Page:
Another possibility to consider is North Korea's support for Iran and other rouge states. Or even worse, North Korea selling their technology to the highest bidder. These possibilities could mark the age of a MUCH more dangerous world than the one we live in today.

      So your estimation that North Korean is a medium-size danger, well that might be accurate for now. But that assessment fails to convey the growing threat we face in the next few years, or the risk of proliferation.

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    7. The tests matter in that they give the world outside an idea about whether N Korea can make good on their threat and they also give N Korea an idea about whether what they are doing to make te bomb is working.

      What they appear to have is a low yield Fat Man style Plutonium bomb that didn't fizzle, so it was built correctly. However that type of bomb would be difficult to deliver by aircraft without being shot down.

      It doesn't seem like they're anywhere near making a thermonuclear device, which would have yielded 20-100 times the amount energy. They don't have a working rocket system yet. And judging by the length of time between tests, and the fact that they're not using a large amount of nuclear material, it seems like they're system for creating weapons grade stuff is not giving them a large amount of material.

      So it's troubling, but not Cuban Missile panic time, even if you're on the West coast if they ever get their rockets working properly.

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    8. The last time North Korea claimed to have Nuclear Weapons, their missile didn't even make it off the ground.

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  3. Maybe the asteroids will matter if they prompt the US and other nations to build detection systems which someday allow us to prevent extinction event asteroid collisions.

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  4. I think the Carnival cruise ship fiasco mattered. What else could have gotten CNN good ratings for the first time in the millenium?...

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  5. It now takes 60 votes to get a Secretary of Defense, that matters. Also we have hard evidence that filibuster reform was a total failure. There were some good economic numbers and the Senate will get younger with Lautenberg retiring.

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  6. Yeah the Hagel filibuster matters. My bet is that before you know it 60 votes will be required for all executive and judicial branch appointments. Thanks for nothing, Harry.

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    1. Eh. We already knew 60 votes were required for all nominations.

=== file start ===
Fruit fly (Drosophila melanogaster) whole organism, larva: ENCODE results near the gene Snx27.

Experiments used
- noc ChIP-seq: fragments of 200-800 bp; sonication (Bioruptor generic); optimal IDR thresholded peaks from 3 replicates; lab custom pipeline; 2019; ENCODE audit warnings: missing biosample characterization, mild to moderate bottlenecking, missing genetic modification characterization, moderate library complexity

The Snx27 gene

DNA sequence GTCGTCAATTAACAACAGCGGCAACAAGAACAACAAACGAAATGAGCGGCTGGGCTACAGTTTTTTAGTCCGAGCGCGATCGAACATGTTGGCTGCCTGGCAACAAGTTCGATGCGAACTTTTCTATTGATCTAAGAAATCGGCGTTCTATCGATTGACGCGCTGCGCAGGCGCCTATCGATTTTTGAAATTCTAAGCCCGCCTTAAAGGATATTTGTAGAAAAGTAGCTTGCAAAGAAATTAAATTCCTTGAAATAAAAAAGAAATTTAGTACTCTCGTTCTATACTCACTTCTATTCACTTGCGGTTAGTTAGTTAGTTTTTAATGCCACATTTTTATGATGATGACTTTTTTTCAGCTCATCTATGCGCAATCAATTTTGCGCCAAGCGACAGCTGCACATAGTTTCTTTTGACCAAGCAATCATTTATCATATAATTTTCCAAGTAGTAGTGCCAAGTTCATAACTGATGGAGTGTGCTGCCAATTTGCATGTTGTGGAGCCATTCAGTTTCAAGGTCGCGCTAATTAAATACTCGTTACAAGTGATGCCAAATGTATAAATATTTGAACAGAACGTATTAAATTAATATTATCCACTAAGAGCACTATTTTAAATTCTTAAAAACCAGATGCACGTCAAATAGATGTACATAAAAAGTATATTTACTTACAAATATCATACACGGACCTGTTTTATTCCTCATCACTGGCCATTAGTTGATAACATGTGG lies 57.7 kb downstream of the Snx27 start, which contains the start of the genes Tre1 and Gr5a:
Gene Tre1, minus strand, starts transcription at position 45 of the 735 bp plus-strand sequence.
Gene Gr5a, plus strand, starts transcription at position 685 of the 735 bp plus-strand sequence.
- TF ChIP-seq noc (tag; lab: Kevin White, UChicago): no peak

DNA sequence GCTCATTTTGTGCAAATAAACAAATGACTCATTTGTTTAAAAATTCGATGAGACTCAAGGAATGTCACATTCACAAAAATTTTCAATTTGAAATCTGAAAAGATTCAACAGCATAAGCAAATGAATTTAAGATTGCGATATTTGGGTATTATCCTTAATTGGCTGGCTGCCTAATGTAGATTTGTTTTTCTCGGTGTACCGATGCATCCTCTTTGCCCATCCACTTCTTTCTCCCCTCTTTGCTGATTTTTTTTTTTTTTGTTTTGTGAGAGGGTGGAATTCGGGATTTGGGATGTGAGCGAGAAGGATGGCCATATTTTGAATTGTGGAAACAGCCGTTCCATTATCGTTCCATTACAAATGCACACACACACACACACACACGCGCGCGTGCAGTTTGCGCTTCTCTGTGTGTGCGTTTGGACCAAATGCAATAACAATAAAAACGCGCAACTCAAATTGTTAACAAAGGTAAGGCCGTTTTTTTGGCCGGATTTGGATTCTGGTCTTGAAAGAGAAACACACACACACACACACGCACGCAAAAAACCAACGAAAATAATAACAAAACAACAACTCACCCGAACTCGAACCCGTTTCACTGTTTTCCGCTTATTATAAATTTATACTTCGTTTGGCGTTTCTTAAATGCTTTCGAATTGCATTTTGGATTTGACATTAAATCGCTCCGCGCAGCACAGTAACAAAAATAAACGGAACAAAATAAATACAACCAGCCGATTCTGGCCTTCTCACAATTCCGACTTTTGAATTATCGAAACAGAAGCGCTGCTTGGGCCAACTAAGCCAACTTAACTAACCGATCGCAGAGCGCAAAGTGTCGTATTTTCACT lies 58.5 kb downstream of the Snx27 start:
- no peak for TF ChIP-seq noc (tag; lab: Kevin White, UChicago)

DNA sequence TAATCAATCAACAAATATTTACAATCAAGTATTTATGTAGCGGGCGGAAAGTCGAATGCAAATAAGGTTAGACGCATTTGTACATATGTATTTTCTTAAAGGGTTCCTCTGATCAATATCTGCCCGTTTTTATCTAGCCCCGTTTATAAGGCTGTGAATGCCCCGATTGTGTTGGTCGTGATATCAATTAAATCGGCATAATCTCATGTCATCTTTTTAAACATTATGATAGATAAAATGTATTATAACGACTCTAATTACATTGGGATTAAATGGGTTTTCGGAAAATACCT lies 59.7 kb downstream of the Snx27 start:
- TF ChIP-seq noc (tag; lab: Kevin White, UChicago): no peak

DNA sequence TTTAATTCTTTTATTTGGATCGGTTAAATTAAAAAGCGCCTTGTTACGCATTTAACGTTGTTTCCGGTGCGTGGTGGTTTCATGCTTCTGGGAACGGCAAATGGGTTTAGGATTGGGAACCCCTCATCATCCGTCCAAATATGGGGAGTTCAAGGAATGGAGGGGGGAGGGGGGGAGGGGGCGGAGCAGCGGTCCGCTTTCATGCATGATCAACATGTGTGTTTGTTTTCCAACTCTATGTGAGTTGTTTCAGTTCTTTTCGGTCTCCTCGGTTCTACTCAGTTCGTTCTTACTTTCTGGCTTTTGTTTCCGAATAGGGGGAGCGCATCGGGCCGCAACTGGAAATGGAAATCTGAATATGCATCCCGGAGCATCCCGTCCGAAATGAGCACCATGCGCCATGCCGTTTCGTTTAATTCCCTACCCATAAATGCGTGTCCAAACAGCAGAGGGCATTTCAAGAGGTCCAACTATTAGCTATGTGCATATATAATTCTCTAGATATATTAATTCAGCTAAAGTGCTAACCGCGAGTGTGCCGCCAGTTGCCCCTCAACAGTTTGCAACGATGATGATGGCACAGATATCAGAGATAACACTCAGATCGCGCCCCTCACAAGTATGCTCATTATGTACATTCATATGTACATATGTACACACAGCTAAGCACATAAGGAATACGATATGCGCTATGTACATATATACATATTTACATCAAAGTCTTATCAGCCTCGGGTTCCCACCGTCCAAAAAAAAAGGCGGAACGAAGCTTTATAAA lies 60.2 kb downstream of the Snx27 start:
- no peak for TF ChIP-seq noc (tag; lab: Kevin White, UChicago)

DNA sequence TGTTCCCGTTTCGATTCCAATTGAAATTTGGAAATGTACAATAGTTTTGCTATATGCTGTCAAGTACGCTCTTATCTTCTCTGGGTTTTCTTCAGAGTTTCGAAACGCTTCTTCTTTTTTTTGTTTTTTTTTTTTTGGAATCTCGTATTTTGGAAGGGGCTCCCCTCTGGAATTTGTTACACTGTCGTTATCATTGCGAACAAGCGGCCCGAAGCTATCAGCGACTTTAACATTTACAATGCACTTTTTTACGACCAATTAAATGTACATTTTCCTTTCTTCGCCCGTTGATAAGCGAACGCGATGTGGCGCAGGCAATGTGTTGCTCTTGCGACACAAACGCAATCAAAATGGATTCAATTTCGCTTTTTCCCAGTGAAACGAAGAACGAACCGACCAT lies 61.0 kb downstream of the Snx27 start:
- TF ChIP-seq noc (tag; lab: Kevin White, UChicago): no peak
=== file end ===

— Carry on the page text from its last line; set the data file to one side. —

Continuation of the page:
And as for reform...the reform they actually did, as well as Merkley/Udall, were specifically designed for the cases in which the opposition had fewer than 41 votes. So this doesn't really have anything to do with that.

      Now, if you want to say that it reminds everyone about the 60 vote Senate, and may convince some people who didn't understand what we have...sure.

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  7. The Pope's resignation matters.

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  8. The new medals being given to drone operators.

    http://www.washingtontimes.com/news/2013/feb/15/pentagon-uproar-over-panetta-medal-drone-operators/

    Also on the drone front, Rand Paul's announcement that he will put a hold on Brennan until he answers questions regarding the legality of drone attacks within US borders.

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  9. I second the State of the Union and the Hagel filibuster as what mattered most last week.

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  10. This week, Scott Monje continued his ongoing obsession with Benghazi.

    http://foreignpolicyblogs.com/2013/02/10/benghazi-adequate-security-and-reporting-what-you-know-before-you-know-it/

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  11. It's definitely notable that international monetary policy coordination has maintained its ambiguous middle-ground stance of neither major course corrections creating positive-sum equilibriums, nor open and out-of-control antagonism. In other words, not much new came out of either the G7 summit last week or the G20 summit this week, which means current policies were tacitly ratified -- no one saw it as in their interest to make a big stink one way or the other. So "little news" was notable news in itself.

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  12. A double whammy for asteroids -- first the predicted close call for 2012 DA14, and secondly the unpredicted smash in the Urals. Not that these were as immediately as pertinent as the Pope's resignation or North Korea's nuclear explosion, but we do live in a solar system (and even a universe) in which things important to our existence occur which are not determined by politics, and it's well to be reminded of that occasionally.

    We even have several space programs on this earth, with eventual promise for imposing human purposes on the heavens, which are more often spoken of than funded. But I suppose that's another topic.